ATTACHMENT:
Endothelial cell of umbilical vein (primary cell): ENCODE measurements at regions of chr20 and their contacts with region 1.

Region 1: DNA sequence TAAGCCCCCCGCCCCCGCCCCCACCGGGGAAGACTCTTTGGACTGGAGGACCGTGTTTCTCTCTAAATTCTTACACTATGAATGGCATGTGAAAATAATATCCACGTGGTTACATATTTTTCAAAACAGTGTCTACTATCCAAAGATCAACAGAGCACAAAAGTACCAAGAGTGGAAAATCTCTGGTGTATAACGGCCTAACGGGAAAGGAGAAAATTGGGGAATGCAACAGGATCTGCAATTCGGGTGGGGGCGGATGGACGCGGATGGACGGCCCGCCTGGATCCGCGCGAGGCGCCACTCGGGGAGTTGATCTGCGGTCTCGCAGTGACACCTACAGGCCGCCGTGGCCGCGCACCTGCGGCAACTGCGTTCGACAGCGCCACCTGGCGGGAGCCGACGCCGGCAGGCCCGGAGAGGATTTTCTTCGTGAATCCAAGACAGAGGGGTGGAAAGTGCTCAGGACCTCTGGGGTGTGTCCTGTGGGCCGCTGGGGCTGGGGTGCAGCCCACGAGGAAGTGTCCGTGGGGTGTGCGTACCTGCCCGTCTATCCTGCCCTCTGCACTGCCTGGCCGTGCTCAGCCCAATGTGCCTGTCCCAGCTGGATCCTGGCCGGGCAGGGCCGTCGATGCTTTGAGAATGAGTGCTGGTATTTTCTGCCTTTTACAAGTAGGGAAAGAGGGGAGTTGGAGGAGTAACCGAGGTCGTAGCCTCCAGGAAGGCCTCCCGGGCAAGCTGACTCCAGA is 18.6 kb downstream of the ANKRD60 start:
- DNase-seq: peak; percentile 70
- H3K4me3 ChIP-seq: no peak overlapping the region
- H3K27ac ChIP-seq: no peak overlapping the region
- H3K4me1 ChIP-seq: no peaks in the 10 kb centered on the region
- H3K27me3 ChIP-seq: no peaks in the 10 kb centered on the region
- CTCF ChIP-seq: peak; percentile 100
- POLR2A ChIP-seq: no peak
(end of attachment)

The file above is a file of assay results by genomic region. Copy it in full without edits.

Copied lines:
Endothelial cell of umbilical vein (primary cell): ENCODE measurements at regions of chr20 and their contacts with region 1.

Region 1: DNA sequence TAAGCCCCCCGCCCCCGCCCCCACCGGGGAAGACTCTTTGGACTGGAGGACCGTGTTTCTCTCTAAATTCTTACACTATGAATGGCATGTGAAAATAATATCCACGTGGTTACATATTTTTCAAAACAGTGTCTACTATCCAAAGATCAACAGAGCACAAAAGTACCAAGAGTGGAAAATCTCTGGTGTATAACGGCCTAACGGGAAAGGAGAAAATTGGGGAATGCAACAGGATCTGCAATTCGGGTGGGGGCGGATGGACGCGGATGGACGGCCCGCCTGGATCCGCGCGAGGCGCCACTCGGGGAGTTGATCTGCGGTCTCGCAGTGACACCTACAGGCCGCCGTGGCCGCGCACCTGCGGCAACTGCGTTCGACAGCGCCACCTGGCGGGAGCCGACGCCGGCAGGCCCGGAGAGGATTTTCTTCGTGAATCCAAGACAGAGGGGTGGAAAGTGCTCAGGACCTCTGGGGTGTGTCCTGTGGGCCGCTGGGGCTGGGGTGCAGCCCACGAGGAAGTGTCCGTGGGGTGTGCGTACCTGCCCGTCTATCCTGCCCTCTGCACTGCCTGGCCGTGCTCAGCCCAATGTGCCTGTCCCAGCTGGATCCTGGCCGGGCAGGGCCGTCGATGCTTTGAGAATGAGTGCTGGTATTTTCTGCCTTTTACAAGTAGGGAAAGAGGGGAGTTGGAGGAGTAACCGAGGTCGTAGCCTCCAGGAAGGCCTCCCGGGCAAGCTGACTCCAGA is 18.6 kb downstream of the ANKRD60 start:
- DNase-seq: peak; percentile 70
- H3K4me3 ChIP-seq: no peak overlapping the region
- H3K27ac ChIP-seq: no peak overlapping the region
- H3K4me1 ChIP-seq: no peaks in the 10 kb centered on the region
- H3K27me3 ChIP-seq: no peaks in the 10 kb centered on the region
- CTCF ChIP-seq: peak; percentile 100
- POLR2A ChIP-seq: no peak